|2022/05/22 – François Castonguay|
Spatial Allocation of Scarce COVID-19 Vaccines: When Does an Allocation Rule Based on Relative Population Size Perform Well?
- Presenter: François Castonguay, PhD. Formerly: PhD student at the University of California, Davis (UC Davis). Currently: Public Health Analytics and Modeling Fellow in the Health Economics and Modeling Unit (HEMU), Division of Preparedness and Emerging Infections (DPEI), National Center for Emerging and Zoonotic Infectious Diseases (NCEZID), Centers for Disease Control and Prevention (CDC).
- DISCLAIMER: This presentation represents work done while I was a graduate student at UC Davis and represents my work and opinions while I was a graduate student. The findings and conclusions in the presentation are those of the authors and do not necessarily represent the views of the Centers for Disease Control and Prevention.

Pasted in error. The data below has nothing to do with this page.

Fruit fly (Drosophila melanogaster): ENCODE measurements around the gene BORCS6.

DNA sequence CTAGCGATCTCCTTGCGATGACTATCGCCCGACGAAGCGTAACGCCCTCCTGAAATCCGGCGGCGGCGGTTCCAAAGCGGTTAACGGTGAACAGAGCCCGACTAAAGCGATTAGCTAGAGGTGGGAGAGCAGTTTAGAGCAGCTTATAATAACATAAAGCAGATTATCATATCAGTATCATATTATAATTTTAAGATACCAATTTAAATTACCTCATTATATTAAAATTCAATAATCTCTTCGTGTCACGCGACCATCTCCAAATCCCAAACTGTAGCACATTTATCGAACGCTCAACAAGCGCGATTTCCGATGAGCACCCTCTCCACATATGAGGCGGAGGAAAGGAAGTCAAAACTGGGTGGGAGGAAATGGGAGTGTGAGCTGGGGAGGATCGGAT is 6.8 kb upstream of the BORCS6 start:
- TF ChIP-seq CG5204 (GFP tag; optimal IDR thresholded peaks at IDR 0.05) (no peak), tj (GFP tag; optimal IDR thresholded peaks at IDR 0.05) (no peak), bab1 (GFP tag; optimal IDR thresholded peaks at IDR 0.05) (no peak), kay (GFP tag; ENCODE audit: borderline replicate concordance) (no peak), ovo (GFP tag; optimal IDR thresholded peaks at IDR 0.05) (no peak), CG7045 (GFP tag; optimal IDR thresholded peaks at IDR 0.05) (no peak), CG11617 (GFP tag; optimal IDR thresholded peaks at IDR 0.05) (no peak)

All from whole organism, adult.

- Abstract: The COVID-19 Vaccines Global Access (COVAX) is a World Health Organization (WHO) initiative that aims for an equitable access to COVID-19 vaccines. Despite potential heterogeneous infection levels across a country, countries receiving allotments of vaccines may follow WHO’s allocation guidelines and distribute vaccines based on a jurisdiction’s relative population size. Utilizing economic–epidemiological modelling, we benchmark the performance of a population size-based allocation rule by comparing it to an optimal one that minimizes the economic damages and expenditures over time, including a penalty representing the social costs of deviating from the relative population strategy. The relative population rule performs better when the duration of naturally- and vaccine-acquired immunity is short, when there is population mixing, when the supply of vaccine is high, and when there is minimal heterogeneity in demographics. Despite behavioural and epidemiological uncertainty diminishing the performance of the optimal allocation, it generally outperforms the relative population rule.